مدلسازی و بهینه سازی متوالی تعمیر و نگهداری پیشگیرانه ناکامل
|کد مقاله||سال انتشار||مقاله انگلیسی||ترجمه فارسی||تعداد کلمات|
|22438||2009||10 صفحه PDF||سفارش دهید||محاسبه نشده|
Publisher : Elsevier - Science Direct (الزویر - ساینس دایرکت)
Journal : Reliability Engineering & System Safety, Volume 94, Issue 1, January 2009, Pages 53–62
This paper deals with the problem of scheduling imperfect preventive maintenance (PM) of some equipment. It uses a model due to Kijima in which each application of PM reduces the equipment's effective age (but without making it as good as new). The approach presented here involves minimizing a performance function which allows for the costs of minimal repair and eventual system replacement as well as for the costs of PM during the equipment's operating lifetime. The paper describes a numerical investigation into the sensitivity of optimum schedules to different aspects of an age-reduction model (including the situation when parts of a system are non-maintainable—i.e., unaffected by PM).
Most organizations incur significant costs associated with equipment failure and its subsequent repair or replacement. The frequency of such failure can typically be reduced by periodic maintenance. Mathematical models for analysing and optimizing the performance of repairable equipment have been widely discussed in the literature , , , , , , , , , , , ,  and . In this paper we follow ideas given in  and  and study the optimal scheduling of preventive maintenance (PM), basing our approach on the notion that equipment which benefits from PM can have an effective age which is less than its calendar age. When only minimal repairs are performed and there are no other interventions, the likelihood of equipment failure can be expected to increase steadily with time. More precisely, we suppose that the number of failures occurring during a time interval (a,b)(a,b) is View the MathML source∫abh(t)dt. Turn MathJax on The function h(t)h(t) is sometimes called the failure rate or hazard rate (as in  and ) and sometimes the failure intensity  and . If H(t)H(t) denotes the indefinite integral View the MathML source∫0th(s)ds, the number of failures occurring between t=at=a and t=bt=b is H(b)-H(a)H(b)-H(a). H(t)H(t) is called the cumulative failure rate. In practice, PM is used to lengthen the useful lifetime of equipment (and hence to decrease average running cost) by reducing the occurrence of failures. One of the key characteristics of a maintenance model is the effect of different kinds of intervention on the age of the system. Perfect repair and minimal repair are both commonly used in idealized age-effect models; and similar terms can also be applied to maintenance. In reality, however, both repair and maintenance are usually imperfect —i.e., somewhere between perfect and minimal. Pham and Wang  and, more recently, Doyen and Gaudoin  have given useful surveys of imperfect maintenance models. One of the most important of these is the effective age model  and . This is also called the virtual age model. If we assume that maintenance makes the equipment's effective age, y , less than its calendar age, t , then the number of failures occurring after a PM will depend on H(y)H(y) rather than H(t)H(t). Since H is a monotonically increasing function, fewer failures will occur after a PM than if PM had not been carried out. Our purpose in this paper is to consider the optimal scheduling of PM. Our particular focus is on the way that such schedules can be affected by the choice of aging model that is used. Specifically, we compare the so-called types 1 and 2 aging models proposed in  and . These have also been recently discussed in an optimization context by Kahle .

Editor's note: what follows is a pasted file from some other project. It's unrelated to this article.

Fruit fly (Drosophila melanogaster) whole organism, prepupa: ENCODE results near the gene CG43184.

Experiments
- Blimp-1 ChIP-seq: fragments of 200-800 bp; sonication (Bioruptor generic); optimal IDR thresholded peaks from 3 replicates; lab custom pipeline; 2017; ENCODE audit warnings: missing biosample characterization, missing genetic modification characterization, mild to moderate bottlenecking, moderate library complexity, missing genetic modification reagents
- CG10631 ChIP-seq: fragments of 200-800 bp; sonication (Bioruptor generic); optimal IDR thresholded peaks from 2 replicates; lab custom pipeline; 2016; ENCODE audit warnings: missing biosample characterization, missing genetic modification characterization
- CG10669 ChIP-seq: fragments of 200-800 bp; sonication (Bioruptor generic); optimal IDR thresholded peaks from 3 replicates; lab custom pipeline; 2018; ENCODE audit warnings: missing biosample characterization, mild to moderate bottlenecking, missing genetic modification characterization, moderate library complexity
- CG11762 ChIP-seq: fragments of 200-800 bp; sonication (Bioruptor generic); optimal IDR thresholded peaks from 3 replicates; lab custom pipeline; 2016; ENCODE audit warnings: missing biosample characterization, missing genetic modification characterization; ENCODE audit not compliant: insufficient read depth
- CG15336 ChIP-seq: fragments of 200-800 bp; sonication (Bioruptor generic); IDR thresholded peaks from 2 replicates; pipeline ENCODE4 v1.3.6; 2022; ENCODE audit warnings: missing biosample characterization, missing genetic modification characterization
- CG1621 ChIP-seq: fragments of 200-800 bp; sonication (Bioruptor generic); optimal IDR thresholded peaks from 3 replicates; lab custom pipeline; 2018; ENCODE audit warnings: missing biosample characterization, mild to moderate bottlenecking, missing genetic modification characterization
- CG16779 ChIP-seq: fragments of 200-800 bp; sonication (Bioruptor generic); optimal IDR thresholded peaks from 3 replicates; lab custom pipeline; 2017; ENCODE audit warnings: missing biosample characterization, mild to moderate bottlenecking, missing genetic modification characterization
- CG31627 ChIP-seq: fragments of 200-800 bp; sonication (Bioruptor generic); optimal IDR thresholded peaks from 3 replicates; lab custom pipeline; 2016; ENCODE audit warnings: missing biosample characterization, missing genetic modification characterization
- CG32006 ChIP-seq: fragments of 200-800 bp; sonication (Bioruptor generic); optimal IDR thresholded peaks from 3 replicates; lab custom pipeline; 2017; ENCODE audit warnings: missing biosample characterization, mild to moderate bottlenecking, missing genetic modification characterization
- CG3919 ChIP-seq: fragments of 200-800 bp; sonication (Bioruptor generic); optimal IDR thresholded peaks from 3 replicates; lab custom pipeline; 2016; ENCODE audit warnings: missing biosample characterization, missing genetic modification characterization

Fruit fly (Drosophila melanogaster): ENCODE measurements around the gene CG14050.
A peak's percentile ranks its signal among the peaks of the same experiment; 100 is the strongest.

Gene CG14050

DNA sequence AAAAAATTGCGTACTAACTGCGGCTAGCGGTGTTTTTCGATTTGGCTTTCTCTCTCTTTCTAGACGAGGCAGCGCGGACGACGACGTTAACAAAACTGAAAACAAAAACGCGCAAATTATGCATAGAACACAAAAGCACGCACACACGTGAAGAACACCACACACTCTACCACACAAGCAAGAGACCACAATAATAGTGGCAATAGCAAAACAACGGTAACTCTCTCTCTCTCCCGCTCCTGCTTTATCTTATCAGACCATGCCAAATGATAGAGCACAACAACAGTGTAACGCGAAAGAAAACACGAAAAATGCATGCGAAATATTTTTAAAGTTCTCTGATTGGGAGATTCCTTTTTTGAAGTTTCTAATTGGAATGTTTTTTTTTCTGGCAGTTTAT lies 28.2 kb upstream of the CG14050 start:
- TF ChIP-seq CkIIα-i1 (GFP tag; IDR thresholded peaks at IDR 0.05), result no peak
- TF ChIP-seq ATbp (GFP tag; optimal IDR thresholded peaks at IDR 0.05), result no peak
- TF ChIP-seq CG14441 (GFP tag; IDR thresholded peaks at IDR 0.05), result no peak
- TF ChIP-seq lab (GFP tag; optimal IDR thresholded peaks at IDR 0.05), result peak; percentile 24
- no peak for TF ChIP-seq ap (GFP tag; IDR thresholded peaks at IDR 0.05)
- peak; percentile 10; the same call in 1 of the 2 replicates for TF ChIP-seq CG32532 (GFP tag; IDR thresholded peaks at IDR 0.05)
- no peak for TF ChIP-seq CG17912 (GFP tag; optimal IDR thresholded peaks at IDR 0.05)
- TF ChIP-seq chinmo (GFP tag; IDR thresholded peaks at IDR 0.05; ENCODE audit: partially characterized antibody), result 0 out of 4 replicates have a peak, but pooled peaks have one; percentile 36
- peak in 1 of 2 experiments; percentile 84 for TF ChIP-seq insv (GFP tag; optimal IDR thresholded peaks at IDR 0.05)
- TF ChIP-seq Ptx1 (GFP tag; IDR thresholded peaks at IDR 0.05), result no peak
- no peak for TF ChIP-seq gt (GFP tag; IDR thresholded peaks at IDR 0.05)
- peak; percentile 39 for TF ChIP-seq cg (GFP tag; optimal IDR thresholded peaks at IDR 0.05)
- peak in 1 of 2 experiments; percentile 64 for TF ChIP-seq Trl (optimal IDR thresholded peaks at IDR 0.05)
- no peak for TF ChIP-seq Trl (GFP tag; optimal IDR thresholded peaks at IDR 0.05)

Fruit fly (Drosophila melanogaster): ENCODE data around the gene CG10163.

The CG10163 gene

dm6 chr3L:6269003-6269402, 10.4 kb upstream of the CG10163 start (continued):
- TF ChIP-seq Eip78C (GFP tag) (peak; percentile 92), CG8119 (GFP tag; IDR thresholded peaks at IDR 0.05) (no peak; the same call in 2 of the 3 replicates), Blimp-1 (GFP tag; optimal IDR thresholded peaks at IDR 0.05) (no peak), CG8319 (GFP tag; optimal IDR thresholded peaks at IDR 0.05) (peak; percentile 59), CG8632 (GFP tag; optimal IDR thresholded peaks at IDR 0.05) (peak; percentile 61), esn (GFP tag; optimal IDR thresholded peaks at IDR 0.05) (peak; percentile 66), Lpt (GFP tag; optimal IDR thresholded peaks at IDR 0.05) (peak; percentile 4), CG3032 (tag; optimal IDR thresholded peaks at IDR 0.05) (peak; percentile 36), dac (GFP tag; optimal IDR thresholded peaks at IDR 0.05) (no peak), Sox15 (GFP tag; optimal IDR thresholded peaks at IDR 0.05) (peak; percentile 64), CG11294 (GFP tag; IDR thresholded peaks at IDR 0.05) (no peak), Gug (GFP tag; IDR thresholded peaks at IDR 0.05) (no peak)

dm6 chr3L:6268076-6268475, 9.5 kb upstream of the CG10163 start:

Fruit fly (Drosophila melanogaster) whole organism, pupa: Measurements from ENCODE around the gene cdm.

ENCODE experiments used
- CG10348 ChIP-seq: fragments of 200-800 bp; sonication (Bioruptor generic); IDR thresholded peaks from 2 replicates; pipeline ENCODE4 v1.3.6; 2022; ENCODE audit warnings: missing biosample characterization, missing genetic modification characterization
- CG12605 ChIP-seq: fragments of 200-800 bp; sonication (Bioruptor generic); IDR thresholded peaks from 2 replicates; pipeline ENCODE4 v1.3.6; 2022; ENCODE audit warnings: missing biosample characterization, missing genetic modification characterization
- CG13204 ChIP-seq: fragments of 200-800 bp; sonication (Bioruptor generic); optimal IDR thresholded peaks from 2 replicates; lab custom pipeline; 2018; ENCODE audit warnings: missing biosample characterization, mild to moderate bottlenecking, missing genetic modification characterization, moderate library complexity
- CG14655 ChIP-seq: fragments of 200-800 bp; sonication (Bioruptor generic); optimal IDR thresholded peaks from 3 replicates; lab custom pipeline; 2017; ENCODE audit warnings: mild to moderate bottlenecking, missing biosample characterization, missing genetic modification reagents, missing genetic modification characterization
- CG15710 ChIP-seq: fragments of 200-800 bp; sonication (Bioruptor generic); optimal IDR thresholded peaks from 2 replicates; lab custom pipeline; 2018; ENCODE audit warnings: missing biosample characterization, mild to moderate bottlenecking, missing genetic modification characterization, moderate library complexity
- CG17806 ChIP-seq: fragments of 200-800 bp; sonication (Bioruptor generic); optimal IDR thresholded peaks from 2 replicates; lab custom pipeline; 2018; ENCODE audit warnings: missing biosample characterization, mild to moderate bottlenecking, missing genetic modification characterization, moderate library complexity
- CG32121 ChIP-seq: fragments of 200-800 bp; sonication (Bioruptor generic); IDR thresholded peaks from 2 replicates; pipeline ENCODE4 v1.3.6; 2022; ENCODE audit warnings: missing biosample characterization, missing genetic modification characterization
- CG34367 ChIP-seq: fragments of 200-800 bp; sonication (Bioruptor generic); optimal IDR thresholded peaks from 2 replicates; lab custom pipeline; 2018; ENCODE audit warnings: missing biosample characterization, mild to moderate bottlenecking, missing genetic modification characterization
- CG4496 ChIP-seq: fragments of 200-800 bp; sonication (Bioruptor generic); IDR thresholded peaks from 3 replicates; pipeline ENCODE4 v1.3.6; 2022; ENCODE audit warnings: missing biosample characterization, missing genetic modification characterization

نتیجه گیری انگلیسی
In this paper we have outlined two forms of the effective-age approach to modelling PM. In the type 1 model, the k -th PM only reduces the aging that has occurred since the (k-1)(k-1)-th PM; but in the type 2 model the k-th PM makes a cumulative reduction on all aging since the equipment entered service. Both types of age model can be used to compute a mean cost function; and optimal PM schedules are then obtained by adjusting inter-PM intervals to minimize this function. We have computed optimal PM schedules based on both type 1 and type 2 aging. Our results show that both types of schedules can be quite different from each other. Type 1 schedules require PMs to be fairly uniformly distributed (see Fig. 3). In type 2 schedules, the spread of inter-PM times is greater, with a relatively long delay before the first PM while subsequent PMs quickly become relatively closer together (see Fig. 4). Furthermore, the type 2 aging model admits optimum schedules which cause effective age to decrease steadily over the operating life. This does not seem to be the case with type 1 solutions. The fact that the type 2 solutions allow equipment to become effectively younger and younger in spite of increasing calendar age means that the AjAj parameters in (5) are important in ensuring that type 2 solutions do not become unrealistic. The type 1 model is intuitively more convincing in the way that each PM is assumed only to counteract the most recent deterioration in the state of the system. Our numerical tests have also shown how type 1 and type 2 optimal schedules respond to changes in the effectiveness of PM (as given by bkbk and AjAj in (2), (4) and (5)) and to changes in the relative costs of repair and system replacement. For any particular case there will be an optimum number of PMs—i.e., one which yields the least value of the cost function (7). Our tests indicate that this optimum number is likely to be higher for type 2 schedules than for type 1. However, it also appears that the optimum mean cost, C*C*, becomes less sensitive to the number of PMs as N gets larger. Our tests have also shown that, under the type 1 aging model, optimal equi-spaced PM schedules may not be much inferior to those where inter-PM times can vary—especially when the number of PMs is quite small. For the type 2 age model, however, we find that forcing the PMs to be equally spaced can have an appreciable adverse effect on equipment lifetime and mean cost. Finally we have shown how both type 1 and type 2 optimum PM schedules can change if the system is regarded as having both maintainable and non-maintainable components. Several features of the PM scheduling problem presented here deserve further attention. In the first place we might reconsider the assumption that repair and maintenance both take negligible time. It is arguable, in fact, that this assumption need not lead to unrealistic PM schedules. If we choose to treat time t as being a measure of operating life of the equipment then we could regard the clock as being stopped while maintenance or repair take place and only re-started when the equipment is back in service. Of course, in real life, there are undesirable consequences (like lost production) when a machine is out of action: but these can be modelled to some extent by the costs cpcp and cmcm assigned to maintenance and repair. However, in spite of these remarks in defence of the status quo, it would be a worthwhile topic for future research to extend our mean-cost model to include repair and maintenance times in a more explicit way. As another improvement to the cost model we note that, just as we may distinguish between maintainable and non-maintainable failure modes, so we might also subdivide the maintainable modes into types 1 and 2 classes. PM functions such as lubrication and adjustment can reasonably be expected to reduce effective age in a type 1 manner; but where PM actually involves some degree of replacement then the type 2 model could be more appropriate. Once again, this is a possible subject for future research. A final observation is that maintenance does not just reduce the occurrence of failures but also makes equipment operate more efficiently. Hence we could extend the mean cost function to reflect operating costs as well as repair costs. We would expect, for instance, a newer system to be more fuel efficient than an older one; and so effective age could appear in an expression for running costs just as it does in the expression for failure rate. Gathering data for formulating running cost as a function of age could, in practice, be as challenging as the task of modelling the cumulative failure-rate function H(t)H(t). Nonetheless, it would be worth the attempt, so that PM scheduling could be based on a more complete representation of lifetime costs.